It is often hard for the designers and copywriters of 341 Studios to switch off our creative brains—even at the grocery store we tend to zero-in on the design of product logos or the wording on the package. One of the most common labels by far is for “Gluten Free” products, which we will admit, seem pretty enticing as a healthy alternative especially with beach season upon us. As it turns out, May is National Celiac Awareness Month—perfect timing for an informative blog on the gluten-free craze, written by our friend and registered dietician, Carol Wilder-Tamme, and accompanied by a selection of great gluten-free labels.
Gluten Free…Maybe Not the Best Thing Since Sliced Bread for Everyone
Carol Wilder-Tamme, M.S., R.D., L.D.
A bit about the gluten-free craze:
Popular diets come and go: Hollywood Diet, Paleo Diet, Atkins, Green Tea Diet, and the list goes on! Ideas about what is good and bad for us also change. One of the current popular trends is to follow a gluten-free diet. Gluten-free advocates believe that avoidance of gluten can improve health by reducing “toxins”, assisting with weight loss, or just providing an increased sense of general well being. Celebrity endorsements of gluten-free diets have also helped to drive its popularity. Unfortunately, enthusiasm does not always equal science, as these beliefs are not proven by research, and not equivalent to the sound information one can obtain from a registered dietitian.
Who really needs to follow a gluten-free diet?
People with Celiac disease must follow a strict gluten-free diet all of their life. Celiac disease is a genetic autoimmune disorder where consumption of gluten causes severe small intestine damage. Now, gastroenterology specialists largely agree that “non-celiac gluten sensitivity” is also a reality for some patients who test negative for Celiac disease. It is recommended that you see your doctor and discuss your symptoms prior to eliminating gluten from your diet.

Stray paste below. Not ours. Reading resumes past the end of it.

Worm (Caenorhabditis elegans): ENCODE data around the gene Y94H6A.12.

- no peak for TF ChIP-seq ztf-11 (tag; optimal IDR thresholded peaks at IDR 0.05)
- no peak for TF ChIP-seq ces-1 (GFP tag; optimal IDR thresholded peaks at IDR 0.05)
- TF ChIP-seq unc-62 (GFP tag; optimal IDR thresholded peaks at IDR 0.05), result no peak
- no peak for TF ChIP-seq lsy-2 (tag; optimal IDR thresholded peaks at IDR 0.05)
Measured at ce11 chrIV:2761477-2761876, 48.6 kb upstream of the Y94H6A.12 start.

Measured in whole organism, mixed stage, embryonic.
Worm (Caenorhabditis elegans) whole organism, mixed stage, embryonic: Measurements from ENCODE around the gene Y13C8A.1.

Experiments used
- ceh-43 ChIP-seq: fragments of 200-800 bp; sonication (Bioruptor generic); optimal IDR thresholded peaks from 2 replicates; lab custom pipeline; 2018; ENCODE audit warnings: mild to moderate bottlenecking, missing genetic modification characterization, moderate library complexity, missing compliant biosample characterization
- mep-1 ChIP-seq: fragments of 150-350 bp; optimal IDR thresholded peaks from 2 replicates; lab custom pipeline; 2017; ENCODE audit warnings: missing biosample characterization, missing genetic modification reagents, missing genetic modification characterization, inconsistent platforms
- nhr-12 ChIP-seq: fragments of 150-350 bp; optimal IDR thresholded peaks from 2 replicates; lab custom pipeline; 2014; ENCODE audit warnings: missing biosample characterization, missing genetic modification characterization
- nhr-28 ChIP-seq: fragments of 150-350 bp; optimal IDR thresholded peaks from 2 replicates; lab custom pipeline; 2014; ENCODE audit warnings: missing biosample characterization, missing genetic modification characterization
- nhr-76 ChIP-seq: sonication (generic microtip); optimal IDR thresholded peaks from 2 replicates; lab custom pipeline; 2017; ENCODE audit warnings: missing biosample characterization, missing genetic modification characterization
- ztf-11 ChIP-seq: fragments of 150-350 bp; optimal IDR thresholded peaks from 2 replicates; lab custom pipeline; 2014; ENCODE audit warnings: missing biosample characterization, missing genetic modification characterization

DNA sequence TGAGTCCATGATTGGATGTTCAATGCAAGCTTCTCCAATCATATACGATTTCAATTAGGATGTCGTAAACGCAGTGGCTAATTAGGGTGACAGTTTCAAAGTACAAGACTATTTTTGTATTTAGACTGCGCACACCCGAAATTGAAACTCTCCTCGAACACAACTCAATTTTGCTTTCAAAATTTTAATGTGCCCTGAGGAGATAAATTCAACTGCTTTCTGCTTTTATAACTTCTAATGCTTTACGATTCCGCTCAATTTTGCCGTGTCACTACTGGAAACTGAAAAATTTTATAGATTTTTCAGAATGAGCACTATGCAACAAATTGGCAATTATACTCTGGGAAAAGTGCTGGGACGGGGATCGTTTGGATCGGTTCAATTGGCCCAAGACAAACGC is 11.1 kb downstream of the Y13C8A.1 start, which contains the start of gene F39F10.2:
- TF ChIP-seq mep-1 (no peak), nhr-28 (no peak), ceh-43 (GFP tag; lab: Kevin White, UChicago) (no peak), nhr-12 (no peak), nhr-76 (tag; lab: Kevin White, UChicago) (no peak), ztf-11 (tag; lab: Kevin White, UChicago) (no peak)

What is gluten? What is a gluten-free diet?
Gluten, a protein that provides texture and structure to bread and pasta is found in wheat, rye, and barley. It is also used as a thickener and stabilizer in many processed foods. A gluten-free diet (avoidance of wheat, rye, and barley) is not best for everyone, as it may needlessly lower ones intake of important nutrients. Oats, while gluten free as an ingredient, are often avoided on gluten-free diets because oats may come in contact with other gluten-containing grains when processed.
Celiac disease and non-celiac gluten intolerance is real, but not everyone has it or can benefit from a gluten-free regimen. A medical diagnosis is recommended before embarking on a gluten-free diet.
Carol is a registered dietitian, freelance writer, and health blogger who specializes in gluten-free, active lifestyles. Her Nutrition Fresh blog features fresh, natural options and streamlined food prep. Follow Carol on Facebook and Twitter.